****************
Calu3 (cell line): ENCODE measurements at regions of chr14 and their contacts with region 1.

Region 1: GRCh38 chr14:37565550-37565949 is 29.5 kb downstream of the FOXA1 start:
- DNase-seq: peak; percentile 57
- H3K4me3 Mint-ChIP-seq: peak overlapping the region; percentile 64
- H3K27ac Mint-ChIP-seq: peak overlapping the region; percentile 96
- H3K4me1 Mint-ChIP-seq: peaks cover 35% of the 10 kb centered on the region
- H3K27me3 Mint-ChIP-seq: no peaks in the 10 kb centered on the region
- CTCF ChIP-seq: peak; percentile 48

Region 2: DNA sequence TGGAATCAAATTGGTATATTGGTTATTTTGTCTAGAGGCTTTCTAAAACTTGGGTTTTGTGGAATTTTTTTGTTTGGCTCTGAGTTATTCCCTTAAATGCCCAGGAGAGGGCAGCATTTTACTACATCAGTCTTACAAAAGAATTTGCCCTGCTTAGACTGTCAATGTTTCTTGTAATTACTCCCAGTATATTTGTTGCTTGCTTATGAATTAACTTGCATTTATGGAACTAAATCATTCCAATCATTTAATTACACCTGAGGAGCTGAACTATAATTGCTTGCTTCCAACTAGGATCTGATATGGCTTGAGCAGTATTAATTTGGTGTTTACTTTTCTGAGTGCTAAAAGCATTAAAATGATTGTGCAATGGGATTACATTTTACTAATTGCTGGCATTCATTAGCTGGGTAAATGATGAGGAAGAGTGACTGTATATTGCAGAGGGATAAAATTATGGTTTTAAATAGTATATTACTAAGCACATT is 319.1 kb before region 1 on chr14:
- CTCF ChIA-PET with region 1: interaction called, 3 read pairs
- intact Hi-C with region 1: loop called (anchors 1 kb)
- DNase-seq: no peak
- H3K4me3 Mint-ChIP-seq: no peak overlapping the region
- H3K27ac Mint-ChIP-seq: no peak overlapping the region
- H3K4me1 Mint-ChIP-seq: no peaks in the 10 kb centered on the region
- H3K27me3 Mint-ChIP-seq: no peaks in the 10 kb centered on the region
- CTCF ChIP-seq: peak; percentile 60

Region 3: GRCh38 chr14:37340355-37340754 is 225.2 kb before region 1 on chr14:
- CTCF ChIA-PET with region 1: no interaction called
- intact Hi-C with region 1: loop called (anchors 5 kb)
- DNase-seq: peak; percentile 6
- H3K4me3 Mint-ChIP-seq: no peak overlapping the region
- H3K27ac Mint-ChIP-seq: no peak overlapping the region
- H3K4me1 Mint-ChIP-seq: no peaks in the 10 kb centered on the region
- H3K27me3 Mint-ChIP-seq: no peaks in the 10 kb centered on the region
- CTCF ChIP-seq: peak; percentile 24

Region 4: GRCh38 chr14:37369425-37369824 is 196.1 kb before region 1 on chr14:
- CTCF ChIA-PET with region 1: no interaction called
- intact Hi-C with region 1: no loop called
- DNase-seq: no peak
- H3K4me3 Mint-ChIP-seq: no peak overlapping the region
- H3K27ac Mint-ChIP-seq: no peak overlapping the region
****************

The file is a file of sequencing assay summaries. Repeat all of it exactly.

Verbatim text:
Calu3 (cell line): ENCODE measurements at regions of chr14 and their contacts with region 1.

Region 1: GRCh38 chr14:37565550-37565949 is 29.5 kb downstream of the FOXA1 start:
- DNase-seq: peak; percentile 57
- H3K4me3 Mint-ChIP-seq: peak overlapping the region; percentile 64
- H3K27ac Mint-ChIP-seq: peak overlapping the region; percentile 96
- H3K4me1 Mint-ChIP-seq: peaks cover 35% of the 10 kb centered on the region
- H3K27me3 Mint-ChIP-seq: no peaks in the 10 kb centered on the region
- CTCF ChIP-seq: peak; percentile 48

Region 2: DNA sequence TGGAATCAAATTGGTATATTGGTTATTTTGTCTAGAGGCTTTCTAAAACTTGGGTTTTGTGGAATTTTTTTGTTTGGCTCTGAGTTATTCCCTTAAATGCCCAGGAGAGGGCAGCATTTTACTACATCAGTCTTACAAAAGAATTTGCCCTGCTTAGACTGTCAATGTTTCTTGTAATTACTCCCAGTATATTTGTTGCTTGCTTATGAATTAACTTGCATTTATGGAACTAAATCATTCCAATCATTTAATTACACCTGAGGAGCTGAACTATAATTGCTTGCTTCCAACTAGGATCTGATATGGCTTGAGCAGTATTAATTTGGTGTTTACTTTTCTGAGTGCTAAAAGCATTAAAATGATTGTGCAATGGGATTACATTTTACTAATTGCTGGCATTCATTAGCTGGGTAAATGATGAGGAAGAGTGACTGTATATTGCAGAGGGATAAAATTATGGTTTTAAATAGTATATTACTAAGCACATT is 319.1 kb before region 1 on chr14:
- CTCF ChIA-PET with region 1: interaction called, 3 read pairs
- intact Hi-C with region 1: loop called (anchors 1 kb)
- DNase-seq: no peak
- H3K4me3 Mint-ChIP-seq: no peak overlapping the region
- H3K27ac Mint-ChIP-seq: no peak overlapping the region
- H3K4me1 Mint-ChIP-seq: no peaks in the 10 kb centered on the region
- H3K27me3 Mint-ChIP-seq: no peaks in the 10 kb centered on the region
- CTCF ChIP-seq: peak; percentile 60

Region 3: GRCh38 chr14:37340355-37340754 is 225.2 kb before region 1 on chr14:
- CTCF ChIA-PET with region 1: no interaction called
- intact Hi-C with region 1: loop called (anchors 5 kb)
- DNase-seq: peak; percentile 6
- H3K4me3 Mint-ChIP-seq: no peak overlapping the region
- H3K27ac Mint-ChIP-seq: no peak overlapping the region
- H3K4me1 Mint-ChIP-seq: no peaks in the 10 kb centered on the region
- H3K27me3 Mint-ChIP-seq: no peaks in the 10 kb centered on the region
- CTCF ChIP-seq: peak; percentile 24

Region 4: GRCh38 chr14:37369425-37369824 is 196.1 kb before region 1 on chr14:
- CTCF ChIA-PET with region 1: no interaction called
- intact Hi-C with region 1: no loop called
- DNase-seq: no peak
- H3K4me3 Mint-ChIP-seq: no peak overlapping the region
- H3K27ac Mint-ChIP-seq: no peak overlapping the region